By SIMON WEBSTER
The other day I was looking back through all of the stories I have written for this column and I realized that next week I would be celebrating my one-year anniversary. I can’t believe it has been that long.
Even more shocking, I can’t believe I have written a year’s worth of stories. It’s a lot of work to actually get a recipe out of my head and onto paper and every week it seems like that deadline comes sooner and sooner.
But all the work aside, I am truly blessed by the great response I have had from readers of this column and feel humbled to know that you look forward to reading each week. I always enjoy running into people around town and hearing that someone has tried one of the recipes or is shopping for ingredients to make one of the recipes.
Often people ask about my favorite dish or what I like to cook for myself. Really I don’t have a favorite because what I enjoy most about food is whatever is fresh, flavorful and seasonal right now. Whatever that ingredient might be, it is the best tasting thing right now, but a month from now it probably won’t be so good.
The one thing I am beginning to crave is fresh figs. They haven’t come out yet, but a friend of mine who has a fig tree says they will be ready soon. I can’t wait to get a big bag of them to use in so many ways. I love them in salads, on pizza, in preserves or just by themselves.
Last summer I did a recipe for a fig and goat cheese tart. If I had to pick, this would be one of my favorite recipes from this column. So find out who has a fig tree in your neighborhood and be really nice to them so they will share some of their figs.
Next week I will have a review of all the recipes of the year and you will have the chance to pick your favorite. And for next year I would love to hear about some things that you would like to learn how to cook. It’s always fun to try new things and perhaps stumble upon a new favorite.
FIG AND GOAT CHEESE TART
1 tablespoon olive oil
1 red onion, thinly sliced
2 teaspoons sugar
salt and pepper
1 package of refrigerated pie dough or batch of dough from recipe below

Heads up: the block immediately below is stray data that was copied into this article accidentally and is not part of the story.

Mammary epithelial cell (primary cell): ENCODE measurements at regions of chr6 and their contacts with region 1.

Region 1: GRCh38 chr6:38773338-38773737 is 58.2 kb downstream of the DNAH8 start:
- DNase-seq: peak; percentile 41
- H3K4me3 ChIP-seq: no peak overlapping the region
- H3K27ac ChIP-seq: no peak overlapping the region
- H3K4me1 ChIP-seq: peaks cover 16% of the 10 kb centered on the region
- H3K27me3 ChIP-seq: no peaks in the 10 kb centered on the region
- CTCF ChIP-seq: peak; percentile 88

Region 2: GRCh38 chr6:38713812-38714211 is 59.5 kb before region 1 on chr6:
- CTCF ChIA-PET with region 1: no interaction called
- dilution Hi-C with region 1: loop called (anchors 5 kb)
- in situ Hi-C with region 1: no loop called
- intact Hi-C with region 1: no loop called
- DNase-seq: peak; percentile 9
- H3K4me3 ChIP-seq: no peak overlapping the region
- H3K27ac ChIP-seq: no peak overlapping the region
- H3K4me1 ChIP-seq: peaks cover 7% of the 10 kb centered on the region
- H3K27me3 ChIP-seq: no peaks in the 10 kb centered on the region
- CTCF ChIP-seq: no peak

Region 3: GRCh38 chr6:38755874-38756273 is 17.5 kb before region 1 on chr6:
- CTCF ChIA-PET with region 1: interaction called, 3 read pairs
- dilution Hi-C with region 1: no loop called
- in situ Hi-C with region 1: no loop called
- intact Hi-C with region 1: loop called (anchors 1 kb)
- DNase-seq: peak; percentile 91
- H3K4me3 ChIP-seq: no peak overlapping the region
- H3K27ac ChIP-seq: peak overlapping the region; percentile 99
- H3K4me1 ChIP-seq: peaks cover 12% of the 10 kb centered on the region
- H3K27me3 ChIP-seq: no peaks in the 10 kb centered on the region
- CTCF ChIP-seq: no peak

8 figs, quartered
4 ounces of goat cheese, crumbled
2 cups cream or whole milk
In a skillet over medium heat add a tablespoon of olive oil, the sliced red onion, sugar and a sprinkle of salt and pepper. Sauté slowly until soft and caramelized, but not browned. Remove to a small bowl and allow to cool.
Line a straight-sided quiche or tart pan with your chilled dough. Carefully press the dough into the pan. Trim excess dough from the sides, leaving a small amount of overhang due to the dough shrinking during baking. Preheat your oven to 350 degrees. Line your dough with parchment paper and weigh it down with dried beans, pie weights or dried rice. Place it on a baking sheet and blind bake for 15 minutes. Carefully remove the paper and the weights and bake for another 10 minutes until golden and no longer appears wet. Remove from the oven and let cool for at least 30 minutes before filling.
When your crust is cooled, arrange the quartered figs across the bottom and top with the goat cheese and caramelized onions. In a mixing bowl whisk together the 4 eggs and the 2 cups of milk or cream and a small amount of salt and pepper. Pour the liquid into the crust. Fill almost to the top. Transfer to the oven and cook at 350 degrees for 45 to 60 minutes or until filling is firm. Allow to cool for 15 minutes before serving.
JULIA CHILD’S ALL-PURPOSE PIE DOUGH
2 cups all-purpose flour
1 teaspoon salt
1 1/2 sticks chilled unsalted butter, diced
4 tablespoons chilled shortening
1/2 cup ice water, plus droplets more if needed
Drop the flour, salt, and butter into the bowl of a food processor fitted with a steel blade. Pulse five or six times in 1/2 second bursts to break up the butter. Then add the shortening, turn on the machine, and immediately pour in the ice water, pulsing two to three times. Remove cover and check dough.
It should look like a mass of smallish lumps and just barely hold in a mass when a handful is pressed together. If too dry, pulse in droplets of water. Turn dough out onto your work surface and with the heel of your hand rapidly and roughly push egg-size blobs out in front of you in 6-inch smears.
Gather the dough into a relatively smooth, flat round; wrap in plastic, and refrigerate at least two hours (or up to 2 days), or you may freeze for several months. For sweet dough cut the salt down to 1/4 teaspoon and include 2 tablespoons sugar.
Simon Webster is the Executive Chef of Sabor a Pasion Country House & Bistro a multi-faceted dining destination just outside Palestine. For more information go to www.saborapasion.com or call 903-729-9500.